How To Tell If Your Soil Pipes Are Blocked
Suspect your soil pipes are blocked? Here’s how you can tell and what to do about it
Soil pipes are a vital part of every plumbing system.
Being hidden within the walls and under the floors of your home, it’s likely you haven’t given them a second thought. After all, considering the dirty work they have to endure, ignorance is bliss.
But without them, we wouldn’t be able to run our taps, fill our baths, or flush our toilets. It's only when they become blocked that we realise just how important they are.
In this post, our experts here at Total Pipes walk you through some of the tell-tale signs you can look out for if you suspect your soil pipe is blocked, as well as some tips on how you can repair it.
What causes soil pipe blockages?
There are many different reasons why blockages occur, but they’re most often caused by non-flushable items, like wet wipes or sanitary products, that stick together and collect at the bottom of your soil pipe.
Of course, soil pipes are subject to general wear and tear over time, so they’re bound to get clogged up and need maintenance at some point or other.
How can I tell if my soil pipe is blocked?
Fortunately, there are ways you can tell if your soil pipe is blocked, and by looking out for the following signs, you’ll be able to contact a professional to rectify the issue before it gets worse:
- Your toilet not emptying at its normal speed or remaining blocked for a long time
- Sinks, showers, or baths don’t drain water effectively
- A bad smell coming from your drains
- Water leaking from the joints of the soil pipe
- Overflowing, dirty water at the bottom of the pipe
Repairing a blocked soil pipe isn’t for the faint of heart, so if you’re planning a DIY job, you’ll need to muster up a bit of bravery.
How do I fix a blocked soil pipe?
Before you get to work unclogging your soil pipe, it’s important to make sure that you have all the correct equipment – including protective clothing and a face mask.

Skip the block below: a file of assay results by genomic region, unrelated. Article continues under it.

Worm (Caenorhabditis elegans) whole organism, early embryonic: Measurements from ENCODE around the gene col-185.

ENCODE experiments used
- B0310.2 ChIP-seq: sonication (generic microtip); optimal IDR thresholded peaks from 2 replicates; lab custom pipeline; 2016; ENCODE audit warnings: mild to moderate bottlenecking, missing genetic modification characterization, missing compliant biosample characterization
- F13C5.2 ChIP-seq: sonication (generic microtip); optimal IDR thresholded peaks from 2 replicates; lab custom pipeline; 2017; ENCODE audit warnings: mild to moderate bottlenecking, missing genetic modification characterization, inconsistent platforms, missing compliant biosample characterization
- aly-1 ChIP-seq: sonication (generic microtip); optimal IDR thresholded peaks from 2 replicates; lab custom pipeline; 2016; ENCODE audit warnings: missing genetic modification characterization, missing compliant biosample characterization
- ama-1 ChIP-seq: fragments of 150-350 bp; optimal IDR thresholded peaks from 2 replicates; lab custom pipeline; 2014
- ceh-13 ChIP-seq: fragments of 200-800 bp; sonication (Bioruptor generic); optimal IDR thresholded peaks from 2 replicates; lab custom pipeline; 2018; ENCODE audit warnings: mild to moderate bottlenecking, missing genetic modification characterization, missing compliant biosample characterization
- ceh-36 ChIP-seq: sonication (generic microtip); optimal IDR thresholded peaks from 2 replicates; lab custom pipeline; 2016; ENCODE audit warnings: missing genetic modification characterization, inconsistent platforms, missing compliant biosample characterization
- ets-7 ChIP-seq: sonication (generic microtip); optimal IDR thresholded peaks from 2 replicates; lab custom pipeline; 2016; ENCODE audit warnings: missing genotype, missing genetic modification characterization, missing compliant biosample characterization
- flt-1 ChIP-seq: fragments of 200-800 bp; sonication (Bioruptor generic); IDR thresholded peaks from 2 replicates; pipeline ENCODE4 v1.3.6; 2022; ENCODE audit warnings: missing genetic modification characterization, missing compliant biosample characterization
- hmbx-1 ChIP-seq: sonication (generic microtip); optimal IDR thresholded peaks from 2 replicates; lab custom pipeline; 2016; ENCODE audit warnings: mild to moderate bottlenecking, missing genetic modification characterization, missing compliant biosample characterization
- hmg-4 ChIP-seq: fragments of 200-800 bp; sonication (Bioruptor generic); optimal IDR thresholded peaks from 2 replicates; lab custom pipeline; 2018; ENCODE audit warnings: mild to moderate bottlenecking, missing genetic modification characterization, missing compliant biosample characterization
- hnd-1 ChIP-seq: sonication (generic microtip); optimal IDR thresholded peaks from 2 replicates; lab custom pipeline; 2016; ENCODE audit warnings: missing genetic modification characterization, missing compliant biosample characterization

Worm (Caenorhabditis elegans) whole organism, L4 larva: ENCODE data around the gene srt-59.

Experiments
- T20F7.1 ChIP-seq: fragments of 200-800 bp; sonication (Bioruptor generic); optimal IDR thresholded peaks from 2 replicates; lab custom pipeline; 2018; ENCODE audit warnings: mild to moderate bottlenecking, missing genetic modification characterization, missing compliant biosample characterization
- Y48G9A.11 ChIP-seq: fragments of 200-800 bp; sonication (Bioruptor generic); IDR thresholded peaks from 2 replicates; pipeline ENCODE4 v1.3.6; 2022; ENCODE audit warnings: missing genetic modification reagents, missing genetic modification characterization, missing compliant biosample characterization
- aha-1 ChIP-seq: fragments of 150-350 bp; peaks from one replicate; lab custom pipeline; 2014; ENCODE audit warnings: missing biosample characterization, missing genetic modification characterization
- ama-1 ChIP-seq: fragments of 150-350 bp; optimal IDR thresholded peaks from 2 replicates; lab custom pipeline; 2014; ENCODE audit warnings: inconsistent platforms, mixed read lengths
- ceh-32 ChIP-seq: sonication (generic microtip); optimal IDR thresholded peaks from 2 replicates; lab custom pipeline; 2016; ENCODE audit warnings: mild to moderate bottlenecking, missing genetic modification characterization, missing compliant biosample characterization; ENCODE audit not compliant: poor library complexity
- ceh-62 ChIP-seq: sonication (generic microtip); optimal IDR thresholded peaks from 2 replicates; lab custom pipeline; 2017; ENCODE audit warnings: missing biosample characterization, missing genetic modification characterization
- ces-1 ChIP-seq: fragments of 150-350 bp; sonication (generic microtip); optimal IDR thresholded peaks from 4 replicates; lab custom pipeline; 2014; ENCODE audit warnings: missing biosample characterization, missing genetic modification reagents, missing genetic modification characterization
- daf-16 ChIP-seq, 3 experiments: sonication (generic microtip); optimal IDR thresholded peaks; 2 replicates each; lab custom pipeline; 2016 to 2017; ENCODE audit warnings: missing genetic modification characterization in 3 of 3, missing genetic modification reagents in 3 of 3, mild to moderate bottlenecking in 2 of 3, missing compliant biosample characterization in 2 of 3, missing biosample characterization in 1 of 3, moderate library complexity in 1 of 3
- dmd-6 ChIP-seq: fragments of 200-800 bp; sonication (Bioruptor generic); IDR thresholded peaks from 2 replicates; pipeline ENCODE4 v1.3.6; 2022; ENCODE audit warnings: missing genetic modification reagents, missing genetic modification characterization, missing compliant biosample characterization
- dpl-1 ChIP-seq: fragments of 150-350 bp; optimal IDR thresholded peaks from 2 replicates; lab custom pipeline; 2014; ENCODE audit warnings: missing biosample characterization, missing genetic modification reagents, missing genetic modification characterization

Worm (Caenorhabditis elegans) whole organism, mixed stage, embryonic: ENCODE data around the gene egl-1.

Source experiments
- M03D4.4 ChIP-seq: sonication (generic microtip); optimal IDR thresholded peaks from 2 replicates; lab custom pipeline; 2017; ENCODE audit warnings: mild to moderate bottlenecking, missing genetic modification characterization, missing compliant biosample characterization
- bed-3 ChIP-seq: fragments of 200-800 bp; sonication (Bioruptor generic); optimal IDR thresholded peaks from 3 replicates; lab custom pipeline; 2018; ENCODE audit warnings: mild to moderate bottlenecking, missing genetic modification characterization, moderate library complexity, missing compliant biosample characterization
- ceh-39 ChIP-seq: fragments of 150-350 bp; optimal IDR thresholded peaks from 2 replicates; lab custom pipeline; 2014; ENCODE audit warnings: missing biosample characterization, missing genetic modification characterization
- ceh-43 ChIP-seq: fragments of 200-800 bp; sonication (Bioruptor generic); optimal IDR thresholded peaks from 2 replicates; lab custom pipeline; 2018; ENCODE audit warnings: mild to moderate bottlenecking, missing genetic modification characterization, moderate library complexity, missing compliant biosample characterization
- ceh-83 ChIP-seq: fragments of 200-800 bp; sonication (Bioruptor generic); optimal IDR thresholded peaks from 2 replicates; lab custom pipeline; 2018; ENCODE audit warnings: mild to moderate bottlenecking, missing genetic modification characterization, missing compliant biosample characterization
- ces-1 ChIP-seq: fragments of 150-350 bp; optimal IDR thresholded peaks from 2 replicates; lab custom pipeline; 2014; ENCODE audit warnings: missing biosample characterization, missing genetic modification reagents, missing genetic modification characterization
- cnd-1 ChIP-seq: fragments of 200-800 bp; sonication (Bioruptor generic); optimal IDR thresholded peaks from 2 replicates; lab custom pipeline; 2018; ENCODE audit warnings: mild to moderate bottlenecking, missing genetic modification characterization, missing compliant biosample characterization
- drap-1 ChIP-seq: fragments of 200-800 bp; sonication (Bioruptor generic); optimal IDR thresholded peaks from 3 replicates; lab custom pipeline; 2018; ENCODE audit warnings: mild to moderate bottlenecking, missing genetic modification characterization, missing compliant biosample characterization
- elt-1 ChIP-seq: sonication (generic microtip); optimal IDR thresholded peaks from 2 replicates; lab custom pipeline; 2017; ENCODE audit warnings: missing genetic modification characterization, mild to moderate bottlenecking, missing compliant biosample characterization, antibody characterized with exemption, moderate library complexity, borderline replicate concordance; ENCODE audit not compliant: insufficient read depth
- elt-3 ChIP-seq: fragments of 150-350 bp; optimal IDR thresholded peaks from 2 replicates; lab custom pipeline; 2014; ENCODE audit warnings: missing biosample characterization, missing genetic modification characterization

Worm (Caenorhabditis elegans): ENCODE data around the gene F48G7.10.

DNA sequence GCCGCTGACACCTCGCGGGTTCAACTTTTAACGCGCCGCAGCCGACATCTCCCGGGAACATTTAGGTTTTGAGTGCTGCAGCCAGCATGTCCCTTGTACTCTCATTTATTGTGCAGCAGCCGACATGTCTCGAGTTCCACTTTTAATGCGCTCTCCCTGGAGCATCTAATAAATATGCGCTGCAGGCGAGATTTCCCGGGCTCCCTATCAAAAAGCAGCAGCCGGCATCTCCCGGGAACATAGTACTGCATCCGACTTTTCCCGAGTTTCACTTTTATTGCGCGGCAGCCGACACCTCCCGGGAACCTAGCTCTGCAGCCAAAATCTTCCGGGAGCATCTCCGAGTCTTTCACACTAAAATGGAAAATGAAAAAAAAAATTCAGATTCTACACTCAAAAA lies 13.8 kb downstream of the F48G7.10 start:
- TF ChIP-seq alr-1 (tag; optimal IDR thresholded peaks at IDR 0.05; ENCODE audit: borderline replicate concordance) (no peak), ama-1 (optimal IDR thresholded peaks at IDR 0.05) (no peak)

If you have a plastic soil pipe (most modern ones are made from PVC), the first step is to locate the ‘cleaning eye’. This is a large hinge found where the branch pipes join the main stack.
Once you’ve found it, you can unscrew it and insert a drain auger – a tool used in plumbing catastrophes in which a plunger won’t be able to do a sufficient enough job.
Pass the auger through the pipe until you reach the blockage. Once you’ve found it, crank the handle. This should release a coiled wire.
Then, you can push and pull the auger, and the wire should remove the blockage, allowing backed-up water to flow freely once again.
Can blockages be avoided?
Fortunately, there are a couple of things you can do to keep soil pipe blockages from happening.
It’s as simple as being mindful of what you’re flushing down toilets and pouring down sinks.
Almost any liquid-like substance, including tea, coffee (without the grounds), and milk can be poured down sinks safely, but fatty oils and leftover foods are a no-go.
As for your toilet, there are only two things that are safe to be flushed:
Toilet paper and natural bodily waste.
Flushing anything else, like baby wipes, feminine hygiene products, or cotton pads is a sure-fire way of your soil pipe getting blocked, so make sure to dispose of these kinds of items separately.
Need further advice?
Here at Total Pipes, we’re big advocates of DIY jobs, but there are some things that should be left to the professionals – plumbing being one of them.
One tiny mistake could lead to nasty faults within your home’s plumbing system and costly repairs, so it’s best to let a plumber deal with bigger blockages from the get-go.
If you’re in the market for a new soil pipe and are unsure which type you need, we’re here to help and more than happy to guide you through the buying process.